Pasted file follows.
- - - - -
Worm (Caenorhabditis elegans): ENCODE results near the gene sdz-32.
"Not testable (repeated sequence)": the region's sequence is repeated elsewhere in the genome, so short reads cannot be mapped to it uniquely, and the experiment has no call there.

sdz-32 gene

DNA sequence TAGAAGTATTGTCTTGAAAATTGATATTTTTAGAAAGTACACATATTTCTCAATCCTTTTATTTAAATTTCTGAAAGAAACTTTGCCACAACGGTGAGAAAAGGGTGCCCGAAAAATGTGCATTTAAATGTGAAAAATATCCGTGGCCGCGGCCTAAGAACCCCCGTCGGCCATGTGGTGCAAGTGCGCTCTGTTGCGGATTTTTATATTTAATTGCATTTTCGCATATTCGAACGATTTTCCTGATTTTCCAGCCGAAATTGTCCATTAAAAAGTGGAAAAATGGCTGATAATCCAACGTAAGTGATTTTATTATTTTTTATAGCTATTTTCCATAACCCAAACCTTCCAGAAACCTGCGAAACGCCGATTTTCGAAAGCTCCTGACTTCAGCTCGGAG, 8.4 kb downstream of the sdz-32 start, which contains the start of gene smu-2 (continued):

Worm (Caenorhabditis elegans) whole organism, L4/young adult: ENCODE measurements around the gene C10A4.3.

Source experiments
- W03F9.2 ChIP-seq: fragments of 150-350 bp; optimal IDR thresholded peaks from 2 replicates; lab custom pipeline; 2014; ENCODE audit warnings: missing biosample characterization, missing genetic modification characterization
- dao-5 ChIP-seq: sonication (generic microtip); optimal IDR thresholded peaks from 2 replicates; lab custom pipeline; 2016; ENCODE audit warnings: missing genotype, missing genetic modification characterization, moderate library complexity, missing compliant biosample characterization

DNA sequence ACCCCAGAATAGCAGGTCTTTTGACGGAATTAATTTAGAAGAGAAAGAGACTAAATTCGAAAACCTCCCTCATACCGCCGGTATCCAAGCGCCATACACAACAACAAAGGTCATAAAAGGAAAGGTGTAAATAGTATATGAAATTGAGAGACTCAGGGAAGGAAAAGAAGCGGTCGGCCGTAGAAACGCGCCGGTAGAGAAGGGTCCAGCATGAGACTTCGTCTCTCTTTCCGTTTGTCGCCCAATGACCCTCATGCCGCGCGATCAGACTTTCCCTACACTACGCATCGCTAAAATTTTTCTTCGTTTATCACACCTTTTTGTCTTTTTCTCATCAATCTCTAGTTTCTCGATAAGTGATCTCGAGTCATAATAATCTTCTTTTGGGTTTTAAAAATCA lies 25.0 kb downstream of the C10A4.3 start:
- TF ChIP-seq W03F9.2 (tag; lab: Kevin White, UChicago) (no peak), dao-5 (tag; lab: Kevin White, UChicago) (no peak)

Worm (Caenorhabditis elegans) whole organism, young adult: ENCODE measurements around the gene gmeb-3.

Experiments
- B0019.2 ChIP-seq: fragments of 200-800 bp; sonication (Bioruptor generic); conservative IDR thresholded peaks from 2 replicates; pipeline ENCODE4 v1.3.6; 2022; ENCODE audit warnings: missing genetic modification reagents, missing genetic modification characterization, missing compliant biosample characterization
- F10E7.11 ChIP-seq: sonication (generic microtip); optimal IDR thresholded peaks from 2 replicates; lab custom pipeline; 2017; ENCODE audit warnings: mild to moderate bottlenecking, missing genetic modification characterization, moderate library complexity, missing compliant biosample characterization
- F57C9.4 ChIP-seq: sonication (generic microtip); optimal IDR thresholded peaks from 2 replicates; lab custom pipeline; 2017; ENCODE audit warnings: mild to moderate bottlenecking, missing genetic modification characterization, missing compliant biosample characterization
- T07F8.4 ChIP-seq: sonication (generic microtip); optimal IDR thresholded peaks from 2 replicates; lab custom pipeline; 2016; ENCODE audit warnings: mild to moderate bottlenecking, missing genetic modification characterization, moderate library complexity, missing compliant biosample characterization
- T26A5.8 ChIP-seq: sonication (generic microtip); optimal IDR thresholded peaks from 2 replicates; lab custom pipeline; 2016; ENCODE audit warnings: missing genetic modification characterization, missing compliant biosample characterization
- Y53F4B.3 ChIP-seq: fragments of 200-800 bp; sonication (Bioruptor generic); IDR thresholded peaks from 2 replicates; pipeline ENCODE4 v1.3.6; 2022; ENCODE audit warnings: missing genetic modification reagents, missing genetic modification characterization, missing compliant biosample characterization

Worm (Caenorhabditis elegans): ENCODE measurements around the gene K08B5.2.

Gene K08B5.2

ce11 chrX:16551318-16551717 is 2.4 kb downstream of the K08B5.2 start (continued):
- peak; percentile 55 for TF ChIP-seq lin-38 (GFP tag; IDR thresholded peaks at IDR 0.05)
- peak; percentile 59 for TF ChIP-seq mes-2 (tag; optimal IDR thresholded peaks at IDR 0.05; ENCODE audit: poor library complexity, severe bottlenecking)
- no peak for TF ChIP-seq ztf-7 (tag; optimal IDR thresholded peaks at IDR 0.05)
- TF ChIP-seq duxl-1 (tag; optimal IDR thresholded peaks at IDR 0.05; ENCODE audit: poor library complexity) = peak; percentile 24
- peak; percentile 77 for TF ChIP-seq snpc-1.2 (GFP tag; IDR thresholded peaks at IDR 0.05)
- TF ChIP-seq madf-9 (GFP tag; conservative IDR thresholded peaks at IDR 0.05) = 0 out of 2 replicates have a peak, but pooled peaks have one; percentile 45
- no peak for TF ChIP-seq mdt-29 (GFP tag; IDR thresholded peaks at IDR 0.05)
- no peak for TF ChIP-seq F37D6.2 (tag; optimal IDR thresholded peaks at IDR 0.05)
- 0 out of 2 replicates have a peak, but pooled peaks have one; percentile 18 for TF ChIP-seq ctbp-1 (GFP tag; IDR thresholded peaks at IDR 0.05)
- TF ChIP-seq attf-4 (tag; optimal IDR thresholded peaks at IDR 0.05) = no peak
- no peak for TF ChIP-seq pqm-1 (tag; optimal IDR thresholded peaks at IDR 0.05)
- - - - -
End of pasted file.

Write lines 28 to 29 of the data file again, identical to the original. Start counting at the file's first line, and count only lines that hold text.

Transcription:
- no peak for TF ChIP-seq mdt-29 (GFP tag; IDR thresholded peaks at IDR 0.05)
- no peak for TF ChIP-seq F37D6.2 (tag; optimal IDR thresholded peaks at IDR 0.05)